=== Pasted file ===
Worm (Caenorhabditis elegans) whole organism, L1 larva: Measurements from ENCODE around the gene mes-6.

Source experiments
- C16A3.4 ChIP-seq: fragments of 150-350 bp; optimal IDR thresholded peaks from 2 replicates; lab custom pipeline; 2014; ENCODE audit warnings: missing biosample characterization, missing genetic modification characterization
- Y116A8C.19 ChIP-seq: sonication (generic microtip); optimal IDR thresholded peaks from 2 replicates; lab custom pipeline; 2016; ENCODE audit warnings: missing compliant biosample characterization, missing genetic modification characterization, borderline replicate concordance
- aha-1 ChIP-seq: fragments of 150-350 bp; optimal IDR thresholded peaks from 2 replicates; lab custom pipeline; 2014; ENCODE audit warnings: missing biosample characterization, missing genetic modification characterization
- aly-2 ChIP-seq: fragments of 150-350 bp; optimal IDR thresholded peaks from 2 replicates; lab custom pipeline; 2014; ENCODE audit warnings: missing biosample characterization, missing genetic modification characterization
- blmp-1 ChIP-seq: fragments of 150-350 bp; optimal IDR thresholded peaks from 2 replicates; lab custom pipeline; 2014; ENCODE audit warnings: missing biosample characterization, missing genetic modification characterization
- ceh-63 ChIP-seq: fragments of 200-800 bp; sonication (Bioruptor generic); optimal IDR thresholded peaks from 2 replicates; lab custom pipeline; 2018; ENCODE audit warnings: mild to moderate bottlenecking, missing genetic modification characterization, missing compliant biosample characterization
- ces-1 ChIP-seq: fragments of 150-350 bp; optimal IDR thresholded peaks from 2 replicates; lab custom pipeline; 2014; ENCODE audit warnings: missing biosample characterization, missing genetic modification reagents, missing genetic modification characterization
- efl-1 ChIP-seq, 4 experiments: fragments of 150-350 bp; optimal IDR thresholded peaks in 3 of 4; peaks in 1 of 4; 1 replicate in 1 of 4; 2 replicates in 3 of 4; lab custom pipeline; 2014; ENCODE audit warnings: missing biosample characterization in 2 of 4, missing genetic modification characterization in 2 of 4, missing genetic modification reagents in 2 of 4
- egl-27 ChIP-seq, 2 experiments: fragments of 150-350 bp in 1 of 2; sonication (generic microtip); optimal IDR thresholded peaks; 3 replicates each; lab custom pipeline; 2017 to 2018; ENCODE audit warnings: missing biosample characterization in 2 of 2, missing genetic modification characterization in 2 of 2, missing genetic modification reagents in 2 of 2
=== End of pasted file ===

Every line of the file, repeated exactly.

Worm (Caenorhabditis elegans) whole organism, L1 larva: Measurements from ENCODE around the gene mes-6.

Source experiments
- C16A3.4 ChIP-seq: fragments of 150-350 bp; optimal IDR thresholded peaks from 2 replicates; lab custom pipeline; 2014; ENCODE audit warnings: missing biosample characterization, missing genetic modification characterization
- Y116A8C.19 ChIP-seq: sonication (generic microtip); optimal IDR thresholded peaks from 2 replicates; lab custom pipeline; 2016; ENCODE audit warnings: missing compliant biosample characterization, missing genetic modification characterization, borderline replicate concordance
- aha-1 ChIP-seq: fragments of 150-350 bp; optimal IDR thresholded peaks from 2 replicates; lab custom pipeline; 2014; ENCODE audit warnings: missing biosample characterization, missing genetic modification characterization
- aly-2 ChIP-seq: fragments of 150-350 bp; optimal IDR thresholded peaks from 2 replicates; lab custom pipeline; 2014; ENCODE audit warnings: missing biosample characterization, missing genetic modification characterization
- blmp-1 ChIP-seq: fragments of 150-350 bp; optimal IDR thresholded peaks from 2 replicates; lab custom pipeline; 2014; ENCODE audit warnings: missing biosample characterization, missing genetic modification characterization
- ceh-63 ChIP-seq: fragments of 200-800 bp; sonication (Bioruptor generic); optimal IDR thresholded peaks from 2 replicates; lab custom pipeline; 2018; ENCODE audit warnings: mild to moderate bottlenecking, missing genetic modification characterization, missing compliant biosample characterization
- ces-1 ChIP-seq: fragments of 150-350 bp; optimal IDR thresholded peaks from 2 replicates; lab custom pipeline; 2014; ENCODE audit warnings: missing biosample characterization, missing genetic modification reagents, missing genetic modification characterization
- efl-1 ChIP-seq, 4 experiments: fragments of 150-350 bp; optimal IDR thresholded peaks in 3 of 4; peaks in 1 of 4; 1 replicate in 1 of 4; 2 replicates in 3 of 4; lab custom pipeline; 2014; ENCODE audit warnings: missing biosample characterization in 2 of 4, missing genetic modification characterization in 2 of 4, missing genetic modification reagents in 2 of 4
- egl-27 ChIP-seq, 2 experiments: fragments of 150-350 bp in 1 of 2; sonication (generic microtip); optimal IDR thresholded peaks; 3 replicates each; lab custom pipeline; 2017 to 2018; ENCODE audit warnings: missing biosample characterization in 2 of 2, missing genetic modification characterization in 2 of 2, missing genetic modification reagents in 2 of 2